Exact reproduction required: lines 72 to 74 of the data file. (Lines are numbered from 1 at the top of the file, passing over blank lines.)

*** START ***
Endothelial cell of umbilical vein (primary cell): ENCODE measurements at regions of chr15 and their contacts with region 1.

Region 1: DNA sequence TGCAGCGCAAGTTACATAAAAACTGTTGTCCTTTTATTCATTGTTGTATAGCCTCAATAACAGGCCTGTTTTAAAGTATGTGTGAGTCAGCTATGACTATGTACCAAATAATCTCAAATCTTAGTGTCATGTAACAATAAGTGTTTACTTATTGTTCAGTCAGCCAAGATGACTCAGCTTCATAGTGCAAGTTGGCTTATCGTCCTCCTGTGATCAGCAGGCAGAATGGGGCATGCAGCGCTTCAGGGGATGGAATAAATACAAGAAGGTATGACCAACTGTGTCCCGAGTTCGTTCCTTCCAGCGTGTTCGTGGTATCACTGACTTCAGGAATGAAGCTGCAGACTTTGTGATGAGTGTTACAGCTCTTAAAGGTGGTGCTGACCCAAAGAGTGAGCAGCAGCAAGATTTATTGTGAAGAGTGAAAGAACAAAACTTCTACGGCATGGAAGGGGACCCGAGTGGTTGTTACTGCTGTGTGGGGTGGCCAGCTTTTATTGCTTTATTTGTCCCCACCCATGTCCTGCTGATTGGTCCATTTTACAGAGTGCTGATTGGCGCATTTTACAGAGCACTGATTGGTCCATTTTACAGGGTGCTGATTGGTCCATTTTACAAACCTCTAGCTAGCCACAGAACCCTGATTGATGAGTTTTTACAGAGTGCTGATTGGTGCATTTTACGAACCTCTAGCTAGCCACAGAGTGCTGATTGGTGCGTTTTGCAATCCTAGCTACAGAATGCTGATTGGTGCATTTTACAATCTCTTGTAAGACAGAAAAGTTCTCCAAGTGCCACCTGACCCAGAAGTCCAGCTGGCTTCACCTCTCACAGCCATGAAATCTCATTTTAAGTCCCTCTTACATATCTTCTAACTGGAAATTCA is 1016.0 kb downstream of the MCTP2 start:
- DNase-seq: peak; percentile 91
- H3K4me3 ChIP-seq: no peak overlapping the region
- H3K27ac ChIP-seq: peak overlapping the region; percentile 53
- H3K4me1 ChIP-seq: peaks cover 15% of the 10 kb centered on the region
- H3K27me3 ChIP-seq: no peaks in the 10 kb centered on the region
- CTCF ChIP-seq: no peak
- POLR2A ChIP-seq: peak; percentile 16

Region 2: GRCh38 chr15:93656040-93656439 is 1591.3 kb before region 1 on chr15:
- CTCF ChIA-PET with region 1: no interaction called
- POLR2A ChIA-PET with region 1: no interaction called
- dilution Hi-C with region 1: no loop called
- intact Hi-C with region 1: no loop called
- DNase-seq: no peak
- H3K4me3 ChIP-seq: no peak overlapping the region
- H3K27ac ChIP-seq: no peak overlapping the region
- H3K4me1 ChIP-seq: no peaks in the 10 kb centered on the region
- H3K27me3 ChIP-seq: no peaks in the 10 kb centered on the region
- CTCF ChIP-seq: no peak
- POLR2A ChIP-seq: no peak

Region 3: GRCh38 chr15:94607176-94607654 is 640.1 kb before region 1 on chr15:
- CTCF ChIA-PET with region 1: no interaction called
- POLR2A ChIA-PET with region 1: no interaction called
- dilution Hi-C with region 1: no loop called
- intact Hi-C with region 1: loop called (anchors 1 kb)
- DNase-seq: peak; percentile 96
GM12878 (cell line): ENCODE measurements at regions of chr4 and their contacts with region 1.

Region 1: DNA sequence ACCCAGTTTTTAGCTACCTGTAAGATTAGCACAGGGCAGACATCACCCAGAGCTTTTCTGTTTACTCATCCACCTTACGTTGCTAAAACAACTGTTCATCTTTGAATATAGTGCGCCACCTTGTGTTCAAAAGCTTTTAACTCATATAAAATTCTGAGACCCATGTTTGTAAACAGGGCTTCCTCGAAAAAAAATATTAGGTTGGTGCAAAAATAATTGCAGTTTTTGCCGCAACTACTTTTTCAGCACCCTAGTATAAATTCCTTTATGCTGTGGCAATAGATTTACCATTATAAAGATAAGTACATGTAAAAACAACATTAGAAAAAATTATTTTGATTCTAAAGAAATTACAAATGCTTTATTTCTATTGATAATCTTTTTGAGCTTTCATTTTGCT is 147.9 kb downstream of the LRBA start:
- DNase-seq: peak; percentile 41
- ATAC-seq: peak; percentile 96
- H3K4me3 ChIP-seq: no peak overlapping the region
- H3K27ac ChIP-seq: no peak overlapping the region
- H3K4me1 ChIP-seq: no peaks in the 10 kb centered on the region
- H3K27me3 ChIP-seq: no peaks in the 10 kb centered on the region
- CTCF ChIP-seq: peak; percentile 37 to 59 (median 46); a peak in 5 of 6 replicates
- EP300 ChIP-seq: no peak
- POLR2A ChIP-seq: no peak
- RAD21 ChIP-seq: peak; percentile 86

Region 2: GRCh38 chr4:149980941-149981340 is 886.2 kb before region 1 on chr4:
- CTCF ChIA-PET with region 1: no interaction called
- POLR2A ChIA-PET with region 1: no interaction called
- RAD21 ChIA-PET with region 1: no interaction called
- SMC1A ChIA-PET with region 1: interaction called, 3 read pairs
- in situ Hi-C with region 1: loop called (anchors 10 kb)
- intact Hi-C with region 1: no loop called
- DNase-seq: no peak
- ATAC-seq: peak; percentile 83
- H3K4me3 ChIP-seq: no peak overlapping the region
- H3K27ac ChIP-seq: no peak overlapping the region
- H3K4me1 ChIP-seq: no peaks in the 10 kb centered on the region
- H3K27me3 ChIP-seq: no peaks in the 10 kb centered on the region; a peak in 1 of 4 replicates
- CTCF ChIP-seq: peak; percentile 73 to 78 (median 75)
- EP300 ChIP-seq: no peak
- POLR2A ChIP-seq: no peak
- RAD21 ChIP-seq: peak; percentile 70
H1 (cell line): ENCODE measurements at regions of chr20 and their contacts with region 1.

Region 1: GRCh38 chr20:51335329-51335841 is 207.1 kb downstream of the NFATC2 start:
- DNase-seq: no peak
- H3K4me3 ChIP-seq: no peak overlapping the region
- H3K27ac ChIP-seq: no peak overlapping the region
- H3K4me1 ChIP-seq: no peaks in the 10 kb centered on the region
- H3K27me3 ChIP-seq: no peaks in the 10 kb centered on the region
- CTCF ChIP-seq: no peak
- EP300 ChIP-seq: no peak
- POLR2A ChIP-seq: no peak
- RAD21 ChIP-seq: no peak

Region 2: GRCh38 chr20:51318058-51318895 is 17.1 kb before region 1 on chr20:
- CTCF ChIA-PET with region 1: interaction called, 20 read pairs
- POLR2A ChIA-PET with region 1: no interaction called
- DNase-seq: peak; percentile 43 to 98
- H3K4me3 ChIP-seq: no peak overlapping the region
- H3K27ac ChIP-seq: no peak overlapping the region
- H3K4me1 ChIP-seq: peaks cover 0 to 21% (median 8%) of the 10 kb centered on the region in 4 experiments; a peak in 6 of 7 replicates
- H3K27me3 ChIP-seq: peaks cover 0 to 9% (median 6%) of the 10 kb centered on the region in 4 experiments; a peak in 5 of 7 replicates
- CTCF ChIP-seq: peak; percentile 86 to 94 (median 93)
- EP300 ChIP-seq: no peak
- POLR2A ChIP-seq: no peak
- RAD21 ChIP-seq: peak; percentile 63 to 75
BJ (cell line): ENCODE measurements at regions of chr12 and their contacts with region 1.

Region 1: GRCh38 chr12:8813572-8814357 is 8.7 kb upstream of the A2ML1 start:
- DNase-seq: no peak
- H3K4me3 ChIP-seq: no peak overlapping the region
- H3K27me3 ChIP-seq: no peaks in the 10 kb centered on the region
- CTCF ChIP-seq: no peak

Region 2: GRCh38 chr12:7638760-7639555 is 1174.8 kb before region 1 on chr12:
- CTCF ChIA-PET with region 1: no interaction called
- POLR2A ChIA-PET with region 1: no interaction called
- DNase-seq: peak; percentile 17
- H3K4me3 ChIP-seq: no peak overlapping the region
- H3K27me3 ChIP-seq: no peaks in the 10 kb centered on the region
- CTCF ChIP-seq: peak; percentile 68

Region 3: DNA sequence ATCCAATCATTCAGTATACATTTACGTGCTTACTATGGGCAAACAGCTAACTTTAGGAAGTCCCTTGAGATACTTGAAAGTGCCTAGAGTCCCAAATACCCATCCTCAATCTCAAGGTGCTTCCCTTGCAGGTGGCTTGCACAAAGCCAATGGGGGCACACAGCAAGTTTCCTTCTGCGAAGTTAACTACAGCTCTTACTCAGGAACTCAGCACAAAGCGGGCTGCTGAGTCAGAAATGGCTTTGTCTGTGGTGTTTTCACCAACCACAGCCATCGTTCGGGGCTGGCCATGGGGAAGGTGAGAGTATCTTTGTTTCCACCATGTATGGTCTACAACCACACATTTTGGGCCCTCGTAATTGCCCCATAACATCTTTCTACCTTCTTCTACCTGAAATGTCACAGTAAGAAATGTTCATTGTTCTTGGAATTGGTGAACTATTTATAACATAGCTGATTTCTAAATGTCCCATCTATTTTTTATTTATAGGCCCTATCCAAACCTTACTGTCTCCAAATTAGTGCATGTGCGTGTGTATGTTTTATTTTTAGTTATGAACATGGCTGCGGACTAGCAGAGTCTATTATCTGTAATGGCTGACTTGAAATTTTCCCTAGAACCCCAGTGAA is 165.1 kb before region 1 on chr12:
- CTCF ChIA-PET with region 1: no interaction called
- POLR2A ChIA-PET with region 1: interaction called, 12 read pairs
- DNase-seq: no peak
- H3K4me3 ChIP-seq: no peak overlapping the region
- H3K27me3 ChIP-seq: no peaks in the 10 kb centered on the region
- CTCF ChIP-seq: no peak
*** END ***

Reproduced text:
- H3K4me3 ChIP-seq: no peak overlapping the region
- H3K27ac ChIP-seq: no peak overlapping the region
- H3K4me1 ChIP-seq: peaks cover 0 to 21% (median 8%) of the 10 kb centered on the region in 4 experiments; a peak in 6 of 7 replicates